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What We Really Said, Really

Brady, Ann J. RN

doi: 10.1097/01.COT.0000363181.66271.d1
Poetry by Cancer Caregivers

She said,

I'm doing better,


Then watched me slip the needle in.

Jab the back of her conviction

with the sharp tip of an averted glance.

Her blue eyes on mine

might see what I knew.

She said,

the pain meds help.

Only 3 out of 10 today.

Though it was bad last night,

worst ever.

Tough to give it a number,

Better today, really.

I said,

I'm really glad.

But how can I be happy

when pain is the only thing

powerful in her?

She said,

The chemo must be working.

I feel stronger.

Better living through chemistry, she said.

I said,

Your tumor markers are up,

your physical reserve

as scant as your hair.

The pain in your spine will only get worse.

There is nothing left to do.

Really, we tried everything.

But, I didn't say it out loud.

Instead, I watched the chemo

drip into her, praying.

She prayed.

I prayed.

She hoped.

I knew better.

She said,

did you have a good weekend?

Really nice, I said,

to spend time in the garden,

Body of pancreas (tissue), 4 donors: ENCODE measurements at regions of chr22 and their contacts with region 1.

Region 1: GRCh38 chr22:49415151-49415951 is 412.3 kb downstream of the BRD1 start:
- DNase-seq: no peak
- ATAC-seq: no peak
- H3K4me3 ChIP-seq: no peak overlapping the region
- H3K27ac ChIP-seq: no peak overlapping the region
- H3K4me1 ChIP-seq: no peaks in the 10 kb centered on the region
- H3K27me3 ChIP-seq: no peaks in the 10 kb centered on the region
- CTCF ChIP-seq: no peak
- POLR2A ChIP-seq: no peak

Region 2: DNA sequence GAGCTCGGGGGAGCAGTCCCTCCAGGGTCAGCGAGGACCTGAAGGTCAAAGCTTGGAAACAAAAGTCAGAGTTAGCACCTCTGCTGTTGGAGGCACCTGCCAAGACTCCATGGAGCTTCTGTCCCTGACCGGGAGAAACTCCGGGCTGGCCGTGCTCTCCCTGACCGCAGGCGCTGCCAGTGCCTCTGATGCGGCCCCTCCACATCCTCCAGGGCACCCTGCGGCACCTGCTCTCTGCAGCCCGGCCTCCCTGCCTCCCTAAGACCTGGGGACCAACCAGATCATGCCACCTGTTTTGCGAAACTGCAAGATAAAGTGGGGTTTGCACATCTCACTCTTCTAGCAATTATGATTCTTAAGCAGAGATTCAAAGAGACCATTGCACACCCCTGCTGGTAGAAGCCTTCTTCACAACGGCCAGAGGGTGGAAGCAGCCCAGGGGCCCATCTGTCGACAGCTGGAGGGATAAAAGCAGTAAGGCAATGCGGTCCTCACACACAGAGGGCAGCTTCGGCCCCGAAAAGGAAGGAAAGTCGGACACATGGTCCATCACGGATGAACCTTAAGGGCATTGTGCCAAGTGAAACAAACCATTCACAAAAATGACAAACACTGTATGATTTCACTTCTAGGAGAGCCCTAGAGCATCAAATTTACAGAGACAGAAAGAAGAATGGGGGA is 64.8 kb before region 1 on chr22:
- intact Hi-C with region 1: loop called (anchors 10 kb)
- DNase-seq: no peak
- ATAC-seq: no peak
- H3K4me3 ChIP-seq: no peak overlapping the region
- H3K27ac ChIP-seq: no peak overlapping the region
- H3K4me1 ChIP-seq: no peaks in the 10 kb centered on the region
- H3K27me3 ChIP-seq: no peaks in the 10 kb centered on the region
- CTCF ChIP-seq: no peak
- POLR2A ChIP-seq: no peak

pruning, shaping, weeding.

I hesitated,



the stupidest person on earth.

Pain free.

She ignored the needle taped in place,

forgot the chemo solution swaying on the pole,

neglected the emesis basin.

I think I can beat it, she said,

have to stay positive.

Don't you agree?

I nodded.

Cancer stole

her future,

she could not win.

Positive attitude is important, I said,

unwilling to alter hope

into hopeless.

It was her white flag to raise,

not mine.

Submissions are welcome from oncologists, oncology nurses, and other cancer caregivers. E-mail only, please, to:, and include your affiliation/title, address, and phone number, along with a photo, if available.

© 2009 Lippincott Williams & Wilkins, Inc.
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